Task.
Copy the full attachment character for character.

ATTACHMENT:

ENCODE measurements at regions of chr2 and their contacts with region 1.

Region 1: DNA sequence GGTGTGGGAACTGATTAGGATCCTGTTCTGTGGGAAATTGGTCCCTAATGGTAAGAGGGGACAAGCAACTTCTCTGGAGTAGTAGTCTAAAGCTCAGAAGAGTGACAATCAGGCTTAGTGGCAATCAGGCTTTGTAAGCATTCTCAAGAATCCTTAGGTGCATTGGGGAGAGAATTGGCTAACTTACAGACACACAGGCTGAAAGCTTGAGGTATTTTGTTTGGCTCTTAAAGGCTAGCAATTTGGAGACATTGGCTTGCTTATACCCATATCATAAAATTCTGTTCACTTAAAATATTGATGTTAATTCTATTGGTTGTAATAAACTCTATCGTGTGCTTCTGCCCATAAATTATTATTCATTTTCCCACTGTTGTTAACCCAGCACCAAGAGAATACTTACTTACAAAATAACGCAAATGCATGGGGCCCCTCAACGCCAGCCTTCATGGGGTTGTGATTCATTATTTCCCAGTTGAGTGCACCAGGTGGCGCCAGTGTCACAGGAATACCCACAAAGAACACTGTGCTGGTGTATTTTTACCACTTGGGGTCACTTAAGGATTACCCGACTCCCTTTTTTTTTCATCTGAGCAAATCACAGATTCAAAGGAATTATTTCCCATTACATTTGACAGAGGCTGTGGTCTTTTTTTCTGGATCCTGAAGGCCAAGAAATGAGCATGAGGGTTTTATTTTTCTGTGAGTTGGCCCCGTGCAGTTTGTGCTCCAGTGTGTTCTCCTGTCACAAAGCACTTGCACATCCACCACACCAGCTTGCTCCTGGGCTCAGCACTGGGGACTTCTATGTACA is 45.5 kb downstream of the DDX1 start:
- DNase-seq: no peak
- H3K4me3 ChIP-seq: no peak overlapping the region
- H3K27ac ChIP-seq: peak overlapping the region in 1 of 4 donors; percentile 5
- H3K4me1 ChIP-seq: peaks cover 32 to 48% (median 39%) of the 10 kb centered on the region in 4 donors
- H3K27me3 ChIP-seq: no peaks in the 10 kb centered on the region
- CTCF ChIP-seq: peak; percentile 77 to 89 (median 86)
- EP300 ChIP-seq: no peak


ENCODE measurements at regions of chr2 and their contacts with region 1.

Region 1: DNA sequence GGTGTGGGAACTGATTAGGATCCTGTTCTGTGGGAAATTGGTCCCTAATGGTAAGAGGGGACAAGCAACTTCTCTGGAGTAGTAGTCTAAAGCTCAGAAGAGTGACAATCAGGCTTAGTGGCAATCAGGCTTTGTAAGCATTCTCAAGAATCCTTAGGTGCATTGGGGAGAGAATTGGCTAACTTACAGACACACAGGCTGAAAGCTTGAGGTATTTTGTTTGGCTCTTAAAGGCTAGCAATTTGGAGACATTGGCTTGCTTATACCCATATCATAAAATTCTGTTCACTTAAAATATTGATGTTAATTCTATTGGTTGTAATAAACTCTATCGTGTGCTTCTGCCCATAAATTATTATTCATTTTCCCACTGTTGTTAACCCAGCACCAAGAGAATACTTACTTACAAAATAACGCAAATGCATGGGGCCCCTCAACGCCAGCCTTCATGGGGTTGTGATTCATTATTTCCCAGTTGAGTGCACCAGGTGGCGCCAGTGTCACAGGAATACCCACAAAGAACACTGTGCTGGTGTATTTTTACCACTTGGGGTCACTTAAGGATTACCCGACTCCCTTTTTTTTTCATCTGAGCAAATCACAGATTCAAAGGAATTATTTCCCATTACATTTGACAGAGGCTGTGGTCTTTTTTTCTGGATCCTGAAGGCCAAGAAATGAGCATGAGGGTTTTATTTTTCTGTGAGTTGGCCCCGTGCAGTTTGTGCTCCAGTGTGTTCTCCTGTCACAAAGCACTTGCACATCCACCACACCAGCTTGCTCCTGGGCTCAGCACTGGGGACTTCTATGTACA is 45.5 kb downstream of the DDX1 start:
- DNase-seq: no peak
- H3K4me3 ChIP-seq: no peak overlapping the region
- H3K27ac ChIP-seq: peak overlapping the region in 1 of 4 donors; percentile 5
- H3K4me1 ChIP-seq: peaks cover 32 to 48% (median 39%) of the 10 kb centered on the region in 4 donors
- H3K27me3 ChIP-seq: no peaks in the 10 kb centered on the region
- CTCF ChIP-seq: peak; percentile 77 to 89 (median 86)
- EP300 ChIP-seq: no peak